Where the hell is Noonamah? is a bumper sticker you see driving around Darwin. Well I know very well where it is, my sister lives a couple of ks north of Noonamah in Elizabeth Valley and I have passed it every day for the past week. It is also known as the home of the Green Frog Races. Such a salubrious association with my temporary neighbourhood I know.
Some 46 ks out of Darwin on the road, south of course, all roads have to lead south of Darwin since it is located on the north coastline of Australia. I first came to Darwin 38 years ago, not as visitor but as a resident. The cyclone forced me out the first time but I returned for another stint in 1975-76. I return regularly to see family so have noticed the changes. However it is only now that I can see how Darwinites have also become avid rural dwellers. I was on the road one morning at peak hour, that is around 7am to 7.30am here and the traffic travelling into Darwin, from even further south than Elizabeth Valley/Noonamah was as busy as my local Coronation Drive or the hectic road to the airport – Kingsford Smith Drive in Hamilton in Brisbane.
But getting back to Noonamah, which by the way is a very popular hotel and the place where my sister is warmly greeted and where she is allowed to park her four-wheel drive which is mighty handy when her local roads are under too much water to drive her little Mazda. Carol can do a relay with her Mazda to the pub on her way home from work, and then pick up her Toyota Hilux. No I am not paid by car companies to promote cars, it is just easier to describe the make of the cars because everyone seems to know what they are and isn’t having a Hilux just so de riguer in the top end.
The Noonamah Tavern has hosted the Green Frog race charity event for 20 years. Betting on this race raises as much excitement as the Melbourne Cup. The frogs race each other from the centre of a circle to its outer perimeter over three heats. But not all excitement is about frogs, see this story filed by Neena Bhandari.
Buffaloes, horses, frogs and even cane toads have propped up at a dusty outback highway pub in Australia’s Northern Territory, but to find a saltwater crocodile as a drinking buddy came as a shock even for regulars at the Noonamah Tavern. On Sunday night, three regulars at the bar discovered the 60-cm male saltwater crocodile in front of the pub.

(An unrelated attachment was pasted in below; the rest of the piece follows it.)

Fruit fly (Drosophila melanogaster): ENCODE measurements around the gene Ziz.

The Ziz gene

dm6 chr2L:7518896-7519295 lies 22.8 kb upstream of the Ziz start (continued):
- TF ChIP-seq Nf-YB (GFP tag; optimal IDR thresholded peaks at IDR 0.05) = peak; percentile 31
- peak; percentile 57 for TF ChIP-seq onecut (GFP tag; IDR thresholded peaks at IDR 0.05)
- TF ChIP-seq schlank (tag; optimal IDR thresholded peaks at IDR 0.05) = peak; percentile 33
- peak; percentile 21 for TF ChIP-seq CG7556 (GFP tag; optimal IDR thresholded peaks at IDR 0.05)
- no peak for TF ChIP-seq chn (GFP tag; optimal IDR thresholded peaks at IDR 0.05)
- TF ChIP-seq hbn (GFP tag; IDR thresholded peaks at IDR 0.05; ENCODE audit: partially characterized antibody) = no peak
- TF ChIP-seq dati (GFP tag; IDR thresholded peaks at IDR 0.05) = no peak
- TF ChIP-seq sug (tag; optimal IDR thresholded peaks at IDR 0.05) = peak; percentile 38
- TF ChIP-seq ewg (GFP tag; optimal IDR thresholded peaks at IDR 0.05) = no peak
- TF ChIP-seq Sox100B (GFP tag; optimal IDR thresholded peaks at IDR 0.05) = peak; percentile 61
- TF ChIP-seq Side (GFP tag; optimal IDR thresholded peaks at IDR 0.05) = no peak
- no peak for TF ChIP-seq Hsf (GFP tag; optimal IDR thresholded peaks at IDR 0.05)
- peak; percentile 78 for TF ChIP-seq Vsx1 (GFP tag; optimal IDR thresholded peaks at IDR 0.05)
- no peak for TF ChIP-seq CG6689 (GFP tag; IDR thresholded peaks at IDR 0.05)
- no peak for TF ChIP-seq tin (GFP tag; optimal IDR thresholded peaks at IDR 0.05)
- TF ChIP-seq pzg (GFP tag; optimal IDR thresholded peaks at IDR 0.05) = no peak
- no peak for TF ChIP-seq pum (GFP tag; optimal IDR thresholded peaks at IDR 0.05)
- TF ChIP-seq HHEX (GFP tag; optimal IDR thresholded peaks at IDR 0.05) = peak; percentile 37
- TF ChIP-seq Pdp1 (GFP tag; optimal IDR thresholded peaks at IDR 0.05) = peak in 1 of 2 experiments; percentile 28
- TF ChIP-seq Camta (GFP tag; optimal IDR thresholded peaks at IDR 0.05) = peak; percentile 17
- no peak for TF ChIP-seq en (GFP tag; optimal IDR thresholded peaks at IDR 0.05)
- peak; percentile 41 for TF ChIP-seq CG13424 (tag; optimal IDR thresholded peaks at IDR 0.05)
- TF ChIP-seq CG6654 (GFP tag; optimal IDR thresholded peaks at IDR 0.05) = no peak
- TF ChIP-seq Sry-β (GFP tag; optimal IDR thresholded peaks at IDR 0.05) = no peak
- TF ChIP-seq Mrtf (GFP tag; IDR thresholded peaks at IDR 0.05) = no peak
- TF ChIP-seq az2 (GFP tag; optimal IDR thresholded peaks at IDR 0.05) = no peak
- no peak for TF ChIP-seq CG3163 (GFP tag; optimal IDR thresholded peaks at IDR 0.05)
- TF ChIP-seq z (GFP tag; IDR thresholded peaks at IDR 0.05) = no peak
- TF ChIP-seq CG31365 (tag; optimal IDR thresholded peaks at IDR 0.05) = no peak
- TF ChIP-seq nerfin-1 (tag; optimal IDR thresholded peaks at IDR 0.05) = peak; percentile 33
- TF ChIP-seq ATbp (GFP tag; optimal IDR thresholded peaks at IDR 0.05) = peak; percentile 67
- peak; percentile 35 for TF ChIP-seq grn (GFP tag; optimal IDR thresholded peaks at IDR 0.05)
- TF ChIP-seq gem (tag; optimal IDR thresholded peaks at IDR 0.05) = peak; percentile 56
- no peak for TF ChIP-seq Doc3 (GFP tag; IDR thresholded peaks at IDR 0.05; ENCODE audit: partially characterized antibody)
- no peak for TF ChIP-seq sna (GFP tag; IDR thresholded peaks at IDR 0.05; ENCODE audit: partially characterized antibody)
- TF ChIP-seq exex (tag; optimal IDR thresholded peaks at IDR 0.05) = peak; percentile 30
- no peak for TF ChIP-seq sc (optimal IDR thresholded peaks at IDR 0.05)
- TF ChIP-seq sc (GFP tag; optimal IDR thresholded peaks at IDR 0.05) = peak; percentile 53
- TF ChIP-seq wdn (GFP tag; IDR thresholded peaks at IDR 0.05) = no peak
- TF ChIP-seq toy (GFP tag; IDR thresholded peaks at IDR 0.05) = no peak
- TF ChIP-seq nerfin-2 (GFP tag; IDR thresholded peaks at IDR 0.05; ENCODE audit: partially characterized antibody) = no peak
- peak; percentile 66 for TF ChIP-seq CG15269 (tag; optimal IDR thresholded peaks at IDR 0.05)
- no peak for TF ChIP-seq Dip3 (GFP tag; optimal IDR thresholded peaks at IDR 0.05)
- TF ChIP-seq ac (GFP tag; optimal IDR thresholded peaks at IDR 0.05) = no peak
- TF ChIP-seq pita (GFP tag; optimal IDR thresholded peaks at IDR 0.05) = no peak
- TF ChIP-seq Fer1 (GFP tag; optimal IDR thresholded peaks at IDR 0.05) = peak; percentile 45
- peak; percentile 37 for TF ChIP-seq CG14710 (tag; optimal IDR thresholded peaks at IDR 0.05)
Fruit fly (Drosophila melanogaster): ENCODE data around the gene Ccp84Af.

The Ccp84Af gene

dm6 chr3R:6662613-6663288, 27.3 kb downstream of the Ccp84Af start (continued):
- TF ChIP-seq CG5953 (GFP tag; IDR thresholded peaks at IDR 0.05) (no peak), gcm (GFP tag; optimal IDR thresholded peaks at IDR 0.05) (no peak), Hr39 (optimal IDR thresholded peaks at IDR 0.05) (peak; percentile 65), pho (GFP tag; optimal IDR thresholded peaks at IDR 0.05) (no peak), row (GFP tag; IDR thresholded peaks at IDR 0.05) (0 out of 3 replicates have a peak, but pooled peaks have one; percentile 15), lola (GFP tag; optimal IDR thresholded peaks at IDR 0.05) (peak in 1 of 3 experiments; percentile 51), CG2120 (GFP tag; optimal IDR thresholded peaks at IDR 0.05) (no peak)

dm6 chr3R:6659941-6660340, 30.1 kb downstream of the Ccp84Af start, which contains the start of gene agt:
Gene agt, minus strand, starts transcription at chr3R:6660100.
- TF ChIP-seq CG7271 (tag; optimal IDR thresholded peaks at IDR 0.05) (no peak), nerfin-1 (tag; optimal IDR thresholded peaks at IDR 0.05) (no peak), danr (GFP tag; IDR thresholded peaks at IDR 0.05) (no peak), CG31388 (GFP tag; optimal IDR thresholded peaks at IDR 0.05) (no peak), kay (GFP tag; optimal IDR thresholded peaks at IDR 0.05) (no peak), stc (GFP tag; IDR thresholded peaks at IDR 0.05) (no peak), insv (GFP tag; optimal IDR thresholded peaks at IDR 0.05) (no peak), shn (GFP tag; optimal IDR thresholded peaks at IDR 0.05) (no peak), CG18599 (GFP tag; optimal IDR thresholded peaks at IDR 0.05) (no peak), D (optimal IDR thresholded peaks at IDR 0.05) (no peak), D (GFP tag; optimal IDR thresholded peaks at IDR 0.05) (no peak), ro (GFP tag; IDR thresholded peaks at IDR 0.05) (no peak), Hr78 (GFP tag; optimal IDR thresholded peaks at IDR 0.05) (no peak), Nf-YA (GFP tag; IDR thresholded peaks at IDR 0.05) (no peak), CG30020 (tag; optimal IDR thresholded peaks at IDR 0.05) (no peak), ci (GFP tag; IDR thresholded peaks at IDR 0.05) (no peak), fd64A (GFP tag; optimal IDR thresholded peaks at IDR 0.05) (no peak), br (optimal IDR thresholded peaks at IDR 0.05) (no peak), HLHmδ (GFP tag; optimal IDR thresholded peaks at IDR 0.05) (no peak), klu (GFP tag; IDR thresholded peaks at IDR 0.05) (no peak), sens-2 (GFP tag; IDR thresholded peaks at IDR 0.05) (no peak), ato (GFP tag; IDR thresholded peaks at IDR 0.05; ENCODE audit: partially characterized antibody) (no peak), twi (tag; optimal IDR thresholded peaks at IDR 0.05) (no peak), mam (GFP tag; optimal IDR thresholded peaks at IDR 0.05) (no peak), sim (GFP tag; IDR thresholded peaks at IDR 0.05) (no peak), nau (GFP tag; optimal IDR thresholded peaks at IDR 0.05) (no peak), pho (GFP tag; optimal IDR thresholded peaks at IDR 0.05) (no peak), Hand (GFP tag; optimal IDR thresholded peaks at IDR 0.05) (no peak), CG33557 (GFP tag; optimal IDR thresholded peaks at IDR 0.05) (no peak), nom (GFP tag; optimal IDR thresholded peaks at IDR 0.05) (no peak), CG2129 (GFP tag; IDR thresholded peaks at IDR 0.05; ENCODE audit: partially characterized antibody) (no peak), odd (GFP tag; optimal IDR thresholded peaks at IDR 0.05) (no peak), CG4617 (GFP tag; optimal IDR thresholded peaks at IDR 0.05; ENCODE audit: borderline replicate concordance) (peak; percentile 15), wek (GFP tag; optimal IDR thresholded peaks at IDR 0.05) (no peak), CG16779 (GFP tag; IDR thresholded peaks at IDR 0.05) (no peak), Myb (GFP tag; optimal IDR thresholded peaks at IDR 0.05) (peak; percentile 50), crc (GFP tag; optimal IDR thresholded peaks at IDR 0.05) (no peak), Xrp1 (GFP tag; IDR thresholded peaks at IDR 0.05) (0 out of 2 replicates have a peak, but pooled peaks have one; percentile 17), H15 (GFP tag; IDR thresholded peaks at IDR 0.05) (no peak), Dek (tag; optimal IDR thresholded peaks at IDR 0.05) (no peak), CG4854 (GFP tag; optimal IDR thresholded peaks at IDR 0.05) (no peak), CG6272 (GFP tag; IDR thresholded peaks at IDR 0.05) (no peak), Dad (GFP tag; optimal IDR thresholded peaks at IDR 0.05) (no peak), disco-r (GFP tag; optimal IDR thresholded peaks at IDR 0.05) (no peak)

“You could say we were a bit surprised. He was pretty complacent, easygoing, but we weren’t going to test him out,” barmaid Sarah Sparre told the Australian Associated Press.
“They brought him in so everyone could have a look. We took a photo of him and then put him in a box with his mouth taped,” Sparre said.The creature was taken to the Darwin Crocodile Farm by the Parks and Wildlife Services.
Carol has her own legend. On our way home between Noonamah and her place, she pointed out a little causeway where she saw a large crocodile that had just come up from the river below. She got quite a shock and if she had been in her little car she would most likely have hit it and the water-logged causeway would have slid her into the river at the very least. Every time I drove past that spot I kept a lookout for a croc and when I saw people standing at the side after a heavy rain with fishing nets I hoped they would not be a headline the next day.
For all my time in living in Darwin in the past I never had an opportunity to see in the wild, the largest flying bird in world, the Black Neck Stork known here as Jabiru (Xenorhynchus asiaticus) and nearly every day we would see a family of them.
I was quite taken with their size, they grow to a height of about 1 metre tall, long thin orange legs, a black and white marked body and a shiny blue-black neck, with a long black beak. I got out of the car to take the photo, walked quietly across the road but they were on to me and would not let me get close. Roz